Like I said, the other thing you can do here is swim. The water is beautiful, especially between the shore and the islet. The channel between the church on the islet and the shore, is roped off to prevent boats coming in that way, so swimming in that area is safe. The water is always clear enough that you can see the bottom and (unless it's very windy) is as flat as a mill pond. Lovely. You can swim over to the island and roam around on it. There's not much to see - a chapel in a courtyard and a path to the top of the island, from which you get a nice view back to the lido. Take a waterproof camera if you want pics on/from the island.
There are only really two things to do here - sunbathe and swim. Sunbathing takes place on the lido, which is terraced and arranged into different sections. Some is down by the water, some is on more of a "garden" terrace, an some more is shaded by a glade of small trees. Beds cost 6 euro per pair, which is good value. Taverna, toilet, shower and changing facilities are available, though due to an island-wide water shortage the showers were out of action when we were there.
There's a taverna behind the Lido that does typical greek fare, including fish dishes. Adjoining that is a little garden area where you can enjoy drinks.
Favorite Dish: We didn't eat at the taverna as we never want much for lunch and were content with the spanokopita that we used to bring with us from the local bakery in Symi. We did partake of the delicious fresh orange juices though.
You can walk from Symi to Agia Marina one of two ways. You can go up and over Chorio to Pedi, and take the path around the left had side of the bay (the pictures here are from that route). Alternatively you can follow the row of disused windmills at Chorio and beyond them take up the path that leads to Agia Marina. The lower path enters Agia Marina by the boat landing at the Lido. The upper path ends up opposite the island church, at the other end of the Lido.
The views are spectacular looking across Pedi bay and down to Agia Marina. The seascape is so beautiful and the pathway, though rocky and rough, is carpeted in mountain sage & thyme. The smells are lovely. There are a lot of goats around too. We could hear them bleating, and their bells ringing, but try as we might we didn't see a single one!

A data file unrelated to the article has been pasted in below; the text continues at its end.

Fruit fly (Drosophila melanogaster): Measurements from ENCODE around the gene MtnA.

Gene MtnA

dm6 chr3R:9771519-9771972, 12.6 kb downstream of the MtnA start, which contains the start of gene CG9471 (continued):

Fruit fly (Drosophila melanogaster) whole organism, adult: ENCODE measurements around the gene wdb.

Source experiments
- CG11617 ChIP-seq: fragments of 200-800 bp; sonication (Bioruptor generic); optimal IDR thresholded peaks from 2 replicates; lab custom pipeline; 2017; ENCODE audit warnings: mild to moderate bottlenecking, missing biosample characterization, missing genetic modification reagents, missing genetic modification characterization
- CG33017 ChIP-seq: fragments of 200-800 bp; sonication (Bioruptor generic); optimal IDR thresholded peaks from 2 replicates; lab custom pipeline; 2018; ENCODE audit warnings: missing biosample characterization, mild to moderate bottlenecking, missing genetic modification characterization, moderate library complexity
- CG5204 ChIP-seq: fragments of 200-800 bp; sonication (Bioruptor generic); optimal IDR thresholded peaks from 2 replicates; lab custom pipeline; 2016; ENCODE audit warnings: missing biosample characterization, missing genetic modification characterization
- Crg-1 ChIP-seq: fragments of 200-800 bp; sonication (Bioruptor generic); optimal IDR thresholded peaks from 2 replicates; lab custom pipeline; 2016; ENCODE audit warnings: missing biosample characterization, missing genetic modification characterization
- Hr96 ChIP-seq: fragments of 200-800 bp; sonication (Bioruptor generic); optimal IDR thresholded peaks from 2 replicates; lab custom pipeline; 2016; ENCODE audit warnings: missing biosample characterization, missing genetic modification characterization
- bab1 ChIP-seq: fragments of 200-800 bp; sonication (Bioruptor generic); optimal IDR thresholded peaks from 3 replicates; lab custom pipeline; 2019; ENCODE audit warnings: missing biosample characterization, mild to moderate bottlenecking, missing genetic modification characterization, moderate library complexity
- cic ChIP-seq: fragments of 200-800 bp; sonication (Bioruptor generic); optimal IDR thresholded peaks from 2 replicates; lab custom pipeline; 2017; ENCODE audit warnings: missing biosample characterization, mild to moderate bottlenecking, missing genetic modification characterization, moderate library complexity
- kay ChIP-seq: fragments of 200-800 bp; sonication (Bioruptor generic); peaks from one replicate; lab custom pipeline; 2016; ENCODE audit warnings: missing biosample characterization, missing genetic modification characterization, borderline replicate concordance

I'd highly recommend the walk, at least in one direction.
Water taxi is the quickest and easiest way to get to Agia Marina. The trip takes about 20 minutes and costs 7.5 euro for the return trip. There are a few taxi boat companies at Symi Harbour, the biggest of them running as a consortium of five boats that serve all of the popular Symi bays. This is the service that we used, as it seemed the most reliable option. Other individual boats run too, but if they're full, they're full...
The guy at our hotel said "where are you going today".
"Agia marina", we replied.
"Don't sit on the front on the way back"...
It was a lovely day so we ignored the advice, and got a comfortable seat, reclining on the front of the boat. We got well and truly soaked. It was OK, quite fun in the end, because we were basically still dressed for the beach and my camera was safe in a waterproof location. We walked back to our apartment rather wet and bedraggled.
Once you're here you're here so make sure you bring enough of all that you want. For me that included a (pirate) hat and a fully UV resistant shirt for when I'd been in the sun for long enough. Also (obviously) swimming shorts (no speedos please!) and water shoes (for protection from rocks & sea urchins)
Toiletries and Medical Supplies: Plenty of high factor sun screen, insect bite remedies/repellents (though we were never bothere by insects here).
Photo Equipment: Digital camera, spare batteries. Waterproof camera or watertight box if you want to take pictues from the islet.